Valery E. Forbes, Amlie Shmolke, Chiara Accolla, and Volker Grimm authored the above-captioned article, which was published in the Environmental Toxicology and Chemistry. It reads in part as follows:

“Ecological risk assessments (ERAs) are moving toward using populations and ecosystem services as explicit protection goals, and impacts on these goals are difficult, if not impossible, to measure empirically. Mechanistic effect models are recognized as necessary tools for ERA that complement empirical data (National Research Council 2013; European Food Safety Authority 2014), but we need a strategy to make them consistent, transparent, and reproducible following principles similar to those used to develop standardized experimental designs for empirical tests, while recognizing that the models should be allowed to evolve as understanding, data availability, and ERA questions change over time.

Since the early 2000s there have been multiple initiatives with the aim of increasing the use of mechanistic effect models in ERA (Grimm et al.2009; Thorbek et al. 2010; Hommen et al.2015; Forbes et al. 2017). In 2013, the US National Academy of Sciences recommended mechanistic (population) models to assess the risks of pesticides to threatened and endangered species listed under the US Endangered Species Act (National Research Council2013), and in 2014, the European Food Safety Authority published guidance for good modeling practice for pesticide risk assessment in the European Union (European Food Safety Authority 2014). Numerous publications based on these initiatives have compiled information on available modeling tools and provided recommendations on model development, documentation, and evaluation.

Despite this progress, the use of mechanistic effect models in ERA remains rare. Although some general guidance exists, the ERA community lacks a coherent strategy for model design and implementation. Models continue to be developed on an ad hoc basis, often from a single sector, without deep engagement of the broader community. This applies to both academics producing models without consulting regulators as well as regulators launching calls for models without consultation across the modeling community (European Food Safety Authority 2016).

In addition, model design is often more determined by a modeler’s experience, skills, and preferences than by the questions to be addressed, the data needed, and the role of the model in the regulatory framework. An important consequence is that evaluation of the models is beyond the available time, expertise, and resources of regulatory authorities. What is needed are consistent standards for model design that reflect the consensus of the regulators, the regulated, and the model developers and that make the models feasible to evaluate. By analogy, most chemical toxicity tests follow nationally or internationally accepted standards that define how the tests should be conducted, what variables to control, and what criteria to fulfill for the tests to be considered valid. In contrast, there are no widely accepted criteria for model design, complexity, or validity. Some models take many years and much effort to develop, but are never accepted for regulatory use because of lack of transparency. Others are considered to be oversimplified and not used for this reason. Given this lack of consistency and transparency, regulators are understandably hesitant to consider models as a main source of evidence on which to base ERA decisions. The lack of standardization clearly impedes the extent to which mechanistic models are used, wastes valuable resources, and reduces the degree to which risk management decisions are informed by mechanistic and quantitative understanding of key biological relationships.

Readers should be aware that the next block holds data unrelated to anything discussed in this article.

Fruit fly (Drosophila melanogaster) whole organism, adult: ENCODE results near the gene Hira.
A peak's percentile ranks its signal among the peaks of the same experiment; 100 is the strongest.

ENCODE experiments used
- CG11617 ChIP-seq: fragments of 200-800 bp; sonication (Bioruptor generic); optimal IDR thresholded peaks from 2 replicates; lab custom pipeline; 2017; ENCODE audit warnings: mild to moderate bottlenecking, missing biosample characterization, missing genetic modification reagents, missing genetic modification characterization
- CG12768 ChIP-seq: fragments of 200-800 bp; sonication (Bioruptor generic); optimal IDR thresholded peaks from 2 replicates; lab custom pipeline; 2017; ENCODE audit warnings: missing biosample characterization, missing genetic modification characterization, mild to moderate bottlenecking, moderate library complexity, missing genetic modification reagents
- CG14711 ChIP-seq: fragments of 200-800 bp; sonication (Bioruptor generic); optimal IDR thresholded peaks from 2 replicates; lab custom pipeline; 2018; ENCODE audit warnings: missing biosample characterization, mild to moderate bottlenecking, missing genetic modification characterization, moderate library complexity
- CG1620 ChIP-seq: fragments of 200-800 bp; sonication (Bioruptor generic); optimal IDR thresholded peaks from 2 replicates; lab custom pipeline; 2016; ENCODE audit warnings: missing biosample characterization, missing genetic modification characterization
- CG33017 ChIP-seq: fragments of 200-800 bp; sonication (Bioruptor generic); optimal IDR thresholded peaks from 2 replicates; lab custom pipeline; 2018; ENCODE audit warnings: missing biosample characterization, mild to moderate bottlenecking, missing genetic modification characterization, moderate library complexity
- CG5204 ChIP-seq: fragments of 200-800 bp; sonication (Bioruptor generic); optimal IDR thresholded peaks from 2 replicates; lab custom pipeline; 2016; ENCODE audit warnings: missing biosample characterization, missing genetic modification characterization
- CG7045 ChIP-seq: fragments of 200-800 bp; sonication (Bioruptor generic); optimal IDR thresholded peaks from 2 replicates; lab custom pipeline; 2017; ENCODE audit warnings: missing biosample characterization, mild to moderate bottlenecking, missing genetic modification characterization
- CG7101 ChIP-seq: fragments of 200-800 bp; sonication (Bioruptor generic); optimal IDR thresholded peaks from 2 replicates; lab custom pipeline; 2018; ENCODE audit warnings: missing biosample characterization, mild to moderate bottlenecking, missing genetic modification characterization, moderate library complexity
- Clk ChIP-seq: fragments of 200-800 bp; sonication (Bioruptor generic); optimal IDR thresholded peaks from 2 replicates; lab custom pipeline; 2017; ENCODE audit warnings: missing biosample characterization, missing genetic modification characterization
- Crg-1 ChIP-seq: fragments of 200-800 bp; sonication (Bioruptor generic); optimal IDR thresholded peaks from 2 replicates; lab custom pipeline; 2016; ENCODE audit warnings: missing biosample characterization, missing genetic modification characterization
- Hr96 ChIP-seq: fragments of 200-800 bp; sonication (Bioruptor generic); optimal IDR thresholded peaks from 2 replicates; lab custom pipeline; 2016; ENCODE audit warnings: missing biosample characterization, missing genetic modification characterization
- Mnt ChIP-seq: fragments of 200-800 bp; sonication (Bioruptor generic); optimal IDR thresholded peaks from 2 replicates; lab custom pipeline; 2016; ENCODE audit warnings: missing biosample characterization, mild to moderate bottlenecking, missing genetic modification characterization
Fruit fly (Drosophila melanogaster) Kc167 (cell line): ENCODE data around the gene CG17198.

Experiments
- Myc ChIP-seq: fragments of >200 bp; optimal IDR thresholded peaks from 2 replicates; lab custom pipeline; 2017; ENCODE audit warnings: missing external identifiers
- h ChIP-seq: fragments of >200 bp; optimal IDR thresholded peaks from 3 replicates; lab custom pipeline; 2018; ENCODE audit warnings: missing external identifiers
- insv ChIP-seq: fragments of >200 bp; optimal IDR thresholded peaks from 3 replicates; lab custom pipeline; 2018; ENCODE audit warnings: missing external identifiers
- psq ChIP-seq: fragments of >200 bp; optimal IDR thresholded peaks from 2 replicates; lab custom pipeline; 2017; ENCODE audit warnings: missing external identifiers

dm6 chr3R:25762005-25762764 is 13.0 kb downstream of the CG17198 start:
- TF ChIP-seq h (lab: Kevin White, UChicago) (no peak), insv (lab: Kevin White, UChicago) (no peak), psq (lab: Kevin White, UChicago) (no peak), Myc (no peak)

The need for robust mechanistic models is becoming ever more pressing as efforts are increasing to explicitly extrapolate effects of chemicals and other stressors measured in laboratory or mesocosm settings to consequences for populations in the field and ecosystem services. Moreover, there is growing focus in ERA on using data produced from high‐throughput techniques that are even further removed from ecological protection goals than traditional organism‐level responses. For such tools to ever be of practical use for ERA, robust mechanistic models will be needed to quantitatively link them to relevant ecological endpoints.

In our view, what is needed now is a strategy for the consistent and transparent design of mechanistic effect models for ERA. The strategy needs to be compatible with different legislative needs, recognize limitations in data and resources, and involve all stakeholder groups to ensure buy‐in (Figure 1). We suggest that a key step would be the creation of a classification, or taxonomy, of models that is related to specific regulatory needs. The primary feature of this taxonomy would be categorization of the models’ specific purpose within the regulatory context, which would include the modeled species and ecosystem interactions, the endpoints to be assessed, spatial and temporal scales, geographical region, and the required level of evaluation and validation. The different classes of models could be described using both a standardized written format similar to the overview part of the widely used Overview, Design Concepts, and Details protocol for agent‐based models (Grimm et al. 2010), and graphical representations of the models’ structure, causal relationships (influence diagrams), and scheduling of processes.”

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